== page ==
Program Promotes Living Off Forests, Without Felling Trees

As Cambodia’s tree cover recedes due to legal and illegal logging, people who live off the forests gathered in Phnom Penh on Tuesday to brainstorm ways to improve the fledgling green economy and increase the chances of preserving their local environments.

The forum organized by the Non-Timber Forest Products Exchange Program (NTFP-EP), which seeks to empower local communities to launch ecofriendly businesses, was attended by Poeuch Ngou, a 31 year-old rubber farmer from the indigenous Kouy community in Mondolkiri province’s Koh Nhek district.

“I think it will help to protect the culture of my community. We can collect rubber from those forests and continue to live a happy life because we feed our lives through the forest,” Mr. Ngou said, adding that he was unsure if the program could halt the forces decimating the country’s forests.

“The project will be helpful for protecting the community forests, but I still have little hope that it will avoid illegal logging,” he said. “I don’t know whether it will safeguard our future, but it is a better strategy for our culture.”

Mr. Ngou was joined Tuesday by other forest-dwellers who make their living off non-timber resources including honey, rattan, bamboo and other resins.

Promoting these small businesses and the products they make is the best chance of creating a viable alternative to felling trees for their timber, said Femy Pinto, executive director of NTFP-EP Asia.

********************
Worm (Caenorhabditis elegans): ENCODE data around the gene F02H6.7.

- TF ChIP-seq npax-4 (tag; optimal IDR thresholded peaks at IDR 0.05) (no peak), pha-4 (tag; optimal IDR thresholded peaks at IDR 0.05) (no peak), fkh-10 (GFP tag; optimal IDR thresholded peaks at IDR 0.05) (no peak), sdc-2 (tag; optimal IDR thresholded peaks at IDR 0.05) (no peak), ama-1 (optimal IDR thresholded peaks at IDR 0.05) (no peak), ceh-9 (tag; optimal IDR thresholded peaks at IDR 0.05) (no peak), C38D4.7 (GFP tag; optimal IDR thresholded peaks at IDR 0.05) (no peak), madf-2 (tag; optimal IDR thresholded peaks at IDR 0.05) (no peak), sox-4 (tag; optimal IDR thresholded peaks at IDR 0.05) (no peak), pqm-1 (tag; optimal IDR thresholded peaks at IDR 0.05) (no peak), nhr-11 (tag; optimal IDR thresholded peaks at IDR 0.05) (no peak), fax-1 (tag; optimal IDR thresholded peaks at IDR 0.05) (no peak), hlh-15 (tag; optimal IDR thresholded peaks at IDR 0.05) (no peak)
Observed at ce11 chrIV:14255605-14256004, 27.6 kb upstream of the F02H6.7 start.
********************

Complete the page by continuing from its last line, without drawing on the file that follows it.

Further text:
Business standards in green micro-industries are improving, she said, but the next challenge is to develop sustainable business models, improve policies governing such enterprises and market the products more efficiently.

“Markets are being reached. However, the support, skills and resources are still found wanting,” Ms. Pinto said.

For Ith Vun, also a Kouy community member in Mondolkiri, his honey business is enough to live on —for now.

“It’s our opportunity to make product from the forest to sell and also protect the forest, so we don’t have to worry that we will lose the forest in the future,” he said.

“But if we do not still patrol the forest, then the forest will still be lost to illegal logging.”

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